When the paddy crop is standing and 15 days before harvest, broadcast Bijamritha treated seeds of pulses like beans,cow pea, green gram etc..Some seeds will fall on the paddy but eventually they also will end up in ground. There will be sufficient water for these pulses to germinate.Since paddy is already matured the leaves will allow more sunlight to reach the pulses which will be sufficient for them to germinate and come up.

During harvesting the seedlings of the pulses will be crushed, but they will again standup. The same thing was described in One straw revolution, but the seedlings in that case are rice seedling..typically the pulse seedlings may break if they are crushed by the foots of the harvesters, so not completely convinced if it will work. Now apply Jeewamritha periodically.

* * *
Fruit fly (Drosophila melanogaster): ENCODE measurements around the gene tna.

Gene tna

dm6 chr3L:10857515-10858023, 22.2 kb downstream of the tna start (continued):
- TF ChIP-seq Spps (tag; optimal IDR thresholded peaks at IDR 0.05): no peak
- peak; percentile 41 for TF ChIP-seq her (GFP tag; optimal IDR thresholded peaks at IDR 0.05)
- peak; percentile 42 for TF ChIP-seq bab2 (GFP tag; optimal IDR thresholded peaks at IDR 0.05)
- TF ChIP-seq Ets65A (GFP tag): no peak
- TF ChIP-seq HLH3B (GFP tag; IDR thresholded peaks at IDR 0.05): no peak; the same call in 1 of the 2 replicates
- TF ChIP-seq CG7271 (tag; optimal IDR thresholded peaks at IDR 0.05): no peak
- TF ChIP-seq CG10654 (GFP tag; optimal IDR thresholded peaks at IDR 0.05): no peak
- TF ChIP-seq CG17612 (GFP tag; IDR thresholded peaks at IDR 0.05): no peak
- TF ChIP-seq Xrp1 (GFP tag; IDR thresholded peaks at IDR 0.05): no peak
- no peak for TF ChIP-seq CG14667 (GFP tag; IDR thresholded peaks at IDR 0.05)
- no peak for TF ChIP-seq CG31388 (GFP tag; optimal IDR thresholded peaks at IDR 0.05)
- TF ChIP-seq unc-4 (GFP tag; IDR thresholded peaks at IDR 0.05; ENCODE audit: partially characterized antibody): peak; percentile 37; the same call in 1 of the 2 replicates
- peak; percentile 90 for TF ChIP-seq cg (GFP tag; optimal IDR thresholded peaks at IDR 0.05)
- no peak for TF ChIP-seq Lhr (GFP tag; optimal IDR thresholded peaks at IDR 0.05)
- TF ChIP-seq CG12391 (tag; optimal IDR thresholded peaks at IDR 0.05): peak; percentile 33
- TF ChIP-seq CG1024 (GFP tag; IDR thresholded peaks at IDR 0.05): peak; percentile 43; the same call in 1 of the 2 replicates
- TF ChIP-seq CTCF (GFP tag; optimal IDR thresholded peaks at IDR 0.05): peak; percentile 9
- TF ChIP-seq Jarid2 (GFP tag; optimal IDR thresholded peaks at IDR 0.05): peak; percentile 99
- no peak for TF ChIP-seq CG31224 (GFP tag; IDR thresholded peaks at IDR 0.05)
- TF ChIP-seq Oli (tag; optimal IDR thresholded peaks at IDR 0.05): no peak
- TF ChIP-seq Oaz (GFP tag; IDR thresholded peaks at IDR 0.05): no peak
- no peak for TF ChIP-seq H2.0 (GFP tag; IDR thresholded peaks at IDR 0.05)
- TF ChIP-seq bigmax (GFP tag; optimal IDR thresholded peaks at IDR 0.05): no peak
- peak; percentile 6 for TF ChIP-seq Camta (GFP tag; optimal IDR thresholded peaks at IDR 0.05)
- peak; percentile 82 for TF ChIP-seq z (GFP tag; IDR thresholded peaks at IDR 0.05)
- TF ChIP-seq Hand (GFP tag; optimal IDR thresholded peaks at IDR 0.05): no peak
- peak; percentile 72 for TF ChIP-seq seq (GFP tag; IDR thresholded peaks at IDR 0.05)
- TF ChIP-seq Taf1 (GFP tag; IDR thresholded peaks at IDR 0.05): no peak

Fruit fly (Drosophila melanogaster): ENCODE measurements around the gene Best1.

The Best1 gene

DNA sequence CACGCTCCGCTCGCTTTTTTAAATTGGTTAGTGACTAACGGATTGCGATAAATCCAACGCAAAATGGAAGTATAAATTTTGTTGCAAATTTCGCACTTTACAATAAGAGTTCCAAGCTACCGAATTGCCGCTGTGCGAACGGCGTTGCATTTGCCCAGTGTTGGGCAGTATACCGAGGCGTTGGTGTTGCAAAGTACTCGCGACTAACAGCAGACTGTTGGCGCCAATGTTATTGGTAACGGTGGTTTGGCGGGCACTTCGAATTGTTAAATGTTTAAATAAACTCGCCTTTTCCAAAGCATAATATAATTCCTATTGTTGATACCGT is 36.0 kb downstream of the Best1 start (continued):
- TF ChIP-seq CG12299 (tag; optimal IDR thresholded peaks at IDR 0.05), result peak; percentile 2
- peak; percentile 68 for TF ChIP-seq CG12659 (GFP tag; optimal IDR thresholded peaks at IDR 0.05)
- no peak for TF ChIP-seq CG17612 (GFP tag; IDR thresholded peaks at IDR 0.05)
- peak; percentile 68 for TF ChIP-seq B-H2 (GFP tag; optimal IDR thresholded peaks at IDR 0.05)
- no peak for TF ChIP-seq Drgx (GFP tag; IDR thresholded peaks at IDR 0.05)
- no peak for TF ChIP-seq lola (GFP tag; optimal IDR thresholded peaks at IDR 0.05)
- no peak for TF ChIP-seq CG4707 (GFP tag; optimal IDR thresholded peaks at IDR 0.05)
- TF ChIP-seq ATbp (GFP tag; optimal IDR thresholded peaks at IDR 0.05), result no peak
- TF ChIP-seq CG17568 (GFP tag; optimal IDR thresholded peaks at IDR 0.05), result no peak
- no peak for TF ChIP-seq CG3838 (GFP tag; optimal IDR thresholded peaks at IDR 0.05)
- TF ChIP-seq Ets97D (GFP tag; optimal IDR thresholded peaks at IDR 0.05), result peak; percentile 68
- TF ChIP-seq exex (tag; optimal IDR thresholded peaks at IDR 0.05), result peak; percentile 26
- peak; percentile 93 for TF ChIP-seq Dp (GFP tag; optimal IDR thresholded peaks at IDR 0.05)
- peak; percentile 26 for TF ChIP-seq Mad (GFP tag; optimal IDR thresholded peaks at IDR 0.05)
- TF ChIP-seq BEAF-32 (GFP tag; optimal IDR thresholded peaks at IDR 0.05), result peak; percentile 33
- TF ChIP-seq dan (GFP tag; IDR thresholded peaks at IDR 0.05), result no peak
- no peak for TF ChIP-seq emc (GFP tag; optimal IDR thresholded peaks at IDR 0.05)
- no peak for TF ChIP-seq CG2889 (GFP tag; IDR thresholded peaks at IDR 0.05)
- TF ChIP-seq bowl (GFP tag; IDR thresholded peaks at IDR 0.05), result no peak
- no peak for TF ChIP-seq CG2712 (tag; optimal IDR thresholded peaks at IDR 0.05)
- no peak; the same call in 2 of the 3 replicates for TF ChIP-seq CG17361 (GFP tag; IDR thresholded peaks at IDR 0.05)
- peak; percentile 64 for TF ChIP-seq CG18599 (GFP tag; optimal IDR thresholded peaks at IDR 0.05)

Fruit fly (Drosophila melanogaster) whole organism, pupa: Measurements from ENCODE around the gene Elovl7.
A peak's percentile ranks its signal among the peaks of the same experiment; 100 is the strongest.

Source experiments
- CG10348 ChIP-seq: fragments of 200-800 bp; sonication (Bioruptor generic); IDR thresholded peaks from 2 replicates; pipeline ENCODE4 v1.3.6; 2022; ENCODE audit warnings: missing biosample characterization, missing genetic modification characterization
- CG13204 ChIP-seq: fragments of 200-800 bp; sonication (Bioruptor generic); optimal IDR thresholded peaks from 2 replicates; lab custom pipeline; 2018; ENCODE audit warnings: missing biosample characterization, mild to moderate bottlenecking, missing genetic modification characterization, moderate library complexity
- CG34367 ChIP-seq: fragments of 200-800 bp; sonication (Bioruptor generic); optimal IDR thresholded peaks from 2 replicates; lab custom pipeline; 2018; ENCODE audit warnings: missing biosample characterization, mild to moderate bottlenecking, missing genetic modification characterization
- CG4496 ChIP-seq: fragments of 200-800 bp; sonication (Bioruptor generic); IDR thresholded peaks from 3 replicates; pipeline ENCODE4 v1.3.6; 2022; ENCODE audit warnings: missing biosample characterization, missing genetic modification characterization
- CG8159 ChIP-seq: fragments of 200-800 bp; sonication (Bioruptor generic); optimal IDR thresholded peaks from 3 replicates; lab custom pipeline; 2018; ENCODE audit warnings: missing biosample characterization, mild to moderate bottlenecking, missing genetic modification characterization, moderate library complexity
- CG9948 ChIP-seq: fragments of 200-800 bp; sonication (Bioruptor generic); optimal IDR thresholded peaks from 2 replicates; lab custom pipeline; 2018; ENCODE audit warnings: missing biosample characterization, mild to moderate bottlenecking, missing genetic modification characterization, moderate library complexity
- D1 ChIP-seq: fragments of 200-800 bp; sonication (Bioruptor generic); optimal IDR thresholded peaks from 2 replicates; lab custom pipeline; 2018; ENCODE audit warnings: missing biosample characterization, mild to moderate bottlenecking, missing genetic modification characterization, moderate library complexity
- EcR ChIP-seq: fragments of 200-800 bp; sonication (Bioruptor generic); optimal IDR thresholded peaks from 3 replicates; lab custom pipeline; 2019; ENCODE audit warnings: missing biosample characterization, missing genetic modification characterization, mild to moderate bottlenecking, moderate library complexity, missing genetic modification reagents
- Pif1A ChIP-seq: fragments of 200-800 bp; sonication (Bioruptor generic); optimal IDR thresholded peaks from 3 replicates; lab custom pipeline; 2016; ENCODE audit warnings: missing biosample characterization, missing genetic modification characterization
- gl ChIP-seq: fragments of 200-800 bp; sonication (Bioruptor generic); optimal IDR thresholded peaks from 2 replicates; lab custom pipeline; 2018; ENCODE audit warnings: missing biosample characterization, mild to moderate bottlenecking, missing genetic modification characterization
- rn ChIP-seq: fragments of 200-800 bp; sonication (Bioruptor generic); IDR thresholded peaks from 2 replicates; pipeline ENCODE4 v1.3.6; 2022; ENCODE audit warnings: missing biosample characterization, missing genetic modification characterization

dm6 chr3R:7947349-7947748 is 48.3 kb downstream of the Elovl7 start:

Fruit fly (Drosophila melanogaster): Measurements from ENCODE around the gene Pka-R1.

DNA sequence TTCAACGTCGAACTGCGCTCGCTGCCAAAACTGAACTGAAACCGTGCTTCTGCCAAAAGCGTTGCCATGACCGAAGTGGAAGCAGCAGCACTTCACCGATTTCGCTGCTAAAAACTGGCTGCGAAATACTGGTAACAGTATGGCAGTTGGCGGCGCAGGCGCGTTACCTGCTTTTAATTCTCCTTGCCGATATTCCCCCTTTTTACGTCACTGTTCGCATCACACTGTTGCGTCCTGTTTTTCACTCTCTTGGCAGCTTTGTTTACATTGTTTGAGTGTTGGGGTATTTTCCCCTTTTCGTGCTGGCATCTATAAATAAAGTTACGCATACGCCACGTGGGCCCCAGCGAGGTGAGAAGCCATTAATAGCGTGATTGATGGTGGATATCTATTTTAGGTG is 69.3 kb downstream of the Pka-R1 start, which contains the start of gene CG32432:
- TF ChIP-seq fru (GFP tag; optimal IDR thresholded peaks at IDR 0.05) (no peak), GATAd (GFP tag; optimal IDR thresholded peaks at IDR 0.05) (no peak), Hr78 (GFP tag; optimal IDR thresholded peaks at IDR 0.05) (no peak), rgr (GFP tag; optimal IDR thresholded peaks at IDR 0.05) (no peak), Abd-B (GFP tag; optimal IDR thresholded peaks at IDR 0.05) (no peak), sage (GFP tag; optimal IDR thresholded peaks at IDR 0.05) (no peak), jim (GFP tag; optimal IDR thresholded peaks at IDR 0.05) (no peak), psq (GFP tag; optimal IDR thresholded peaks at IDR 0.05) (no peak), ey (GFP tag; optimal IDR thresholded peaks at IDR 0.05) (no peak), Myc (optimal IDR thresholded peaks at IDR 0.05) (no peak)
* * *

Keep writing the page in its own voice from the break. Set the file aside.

Now on the bunds of the fields he asks to plant glyricedia, pegion pea, turmeric, ginger, cow pea etc..and use the waste from all these for mulching the field later. Glyrecedia provides mulching material at each 21 days.

In March, pulses will be matured, harvest and return all the remains to the field. Also mulch with straw immediately after harvesting the pulses. This may be to avoid hardening of soil with sun light and wind...Apply Jeewamritha over this...March, April and May the soil will be covered with straw.. In the first week of May treat the paddy seeds with Beejamritha. Make holes in the mulch at the distance of 9 inches to 1.5 feet and dibble the seeds into this and add some soil over to it using sickle. Pre-monsoon rain starts by may end and apply Jeewamritha and keep applying Jeewamritha once in 15 days. And again before harvesting the paddy sow the pulses and cycle continues.